Sagan Wins Stage 7 of Tour
Sep Vanmarcke (Belkin) launched an early attack, and Jens Voigt (RadioShack-Leopard), Blel Kadri (Ag2r- La Mondiale), Ruben Perez (Euskaltel-Euskadi), Julien El Fares (Sojasun), and Enrico Gasparotto (Astana) joined him. The peloton’s pace was high, however, and the bunch quickly shut down the move. Voigt and Kadri tried again. This time, they got away.
At 11 km, with the break leading the bunch by 1:10, a crash occurred in the peloton. Christian Vande Velde (Garmin-Sharp), Daniel Moreno (Katusha), Nairo Quintana (Movistar), and Edvald Boasson Hagen (Sky) went down. Vande Velde, who was injured in a Stage 5 crash, suffered additional injuries and abandoned his final Tour de France.
At 27 km, the escapees’ lead peaked at 6:40. Orica-GreenEdge, Cannondale, Omega Pharma-Quick Step, Lotto-Belisol, and Argos-Shimano started chasing. At the summit of the day’s first climb, the Category 2 Col des 13 Vents (80 km), the fugitives’ advantage was down to 4:15. On the Category 2 Col de la Croix de Mounis (94.5 km), the peloton split, and the sprinters fell off of the pace. At 108 km, the Cannondale-led bunch reeled in Voigt and Kadri, while behind, Lotto-Belisol, Omega Pharma-Quick Step, and Argos-Shimano attempted to get their sprinters back in the peloton. Their efforts would not succeed, and the autobus would finish nearly 15 minutes behind the winners.
At 135 km, Stage 2 winner Jan Bakelants (RadioShack-Leopard) attacked, and Cyril Gautier (Europcar) and Juan Jose Oroz (Euskaltel-Euskadi) went with him. At the summit of the Category 3 Cote de la Quintaine (149 km), the three leaders had 0:50 on the lead peloton. At one point, Bakelants, who had begun the day 0:33 behind Impey on GC, was the virtual maillot jaune. Orica-GreenEdge joined Cannondale at the front to preserve Impey’s lead. With 10 km left, Bakelants, Gautier, and Oroz were 0:20 ahead of the lead bunch, which reeled them in with 2.8 km remaining.
Cannondale dominated the peloton, but John Degenkolb (Argos-Shimano) charged up the left side of the road. Sagan took the German’s wheel and jumped with 200 m left. He won by more than a bike length.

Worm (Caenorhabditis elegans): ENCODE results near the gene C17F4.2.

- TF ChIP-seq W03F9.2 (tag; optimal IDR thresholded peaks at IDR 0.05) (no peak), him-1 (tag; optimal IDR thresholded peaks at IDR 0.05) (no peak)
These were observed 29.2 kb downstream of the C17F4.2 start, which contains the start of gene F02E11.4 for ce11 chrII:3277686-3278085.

After coming close to a stage win on so many occasions, Sagan and Cannondale were determined to win today. “Without the great efforts of my teammates, I think I couldn’t take this beautiful win,” Sagan said. “I didn’t celebrate with any particular salutes, but I just pointed out the Cannondale name because this win belongs to my mates more than to me. I read criticism on them because they don’t lead me out in sprints, but today they did a 140-km sprint. It was an incredible action. We planned to work to outdistance the sprinters and to win the intermediate sprint. After that, they said to me, ‘Let’s lead to the finish line to win.’ I have to thank them one by one because they believed in me and they sacrificed for this result.”
In the overall, Impey leads Boasson Hagen by 0:03 and Simon Gerrans (Orica-GreenEdge) by 0:05. The standings will change tomorrow. Stage 8, a 195-km ride from Castres to Ax 3 Domaines, will take the riders over the hors categorie Col de Pailheres (166 km) and the Category 1 ascent to the finish. The flatlanders will go into survival mode, and the GC contenders will assert themselves. A breakaway will probably not decide the stage. The heads of state will battle on the final climb. Who will win? Alberto Contador (Saxo Bank-Tinkoff)? Chris Froome (Sky)? Joaquim Rodriguez (Katusha)? And who will wear the maillot jaune? Froome? Contador? Cadel Evans (BMC)? For the answers to these questions and others, check in at www.roadcycling.com.
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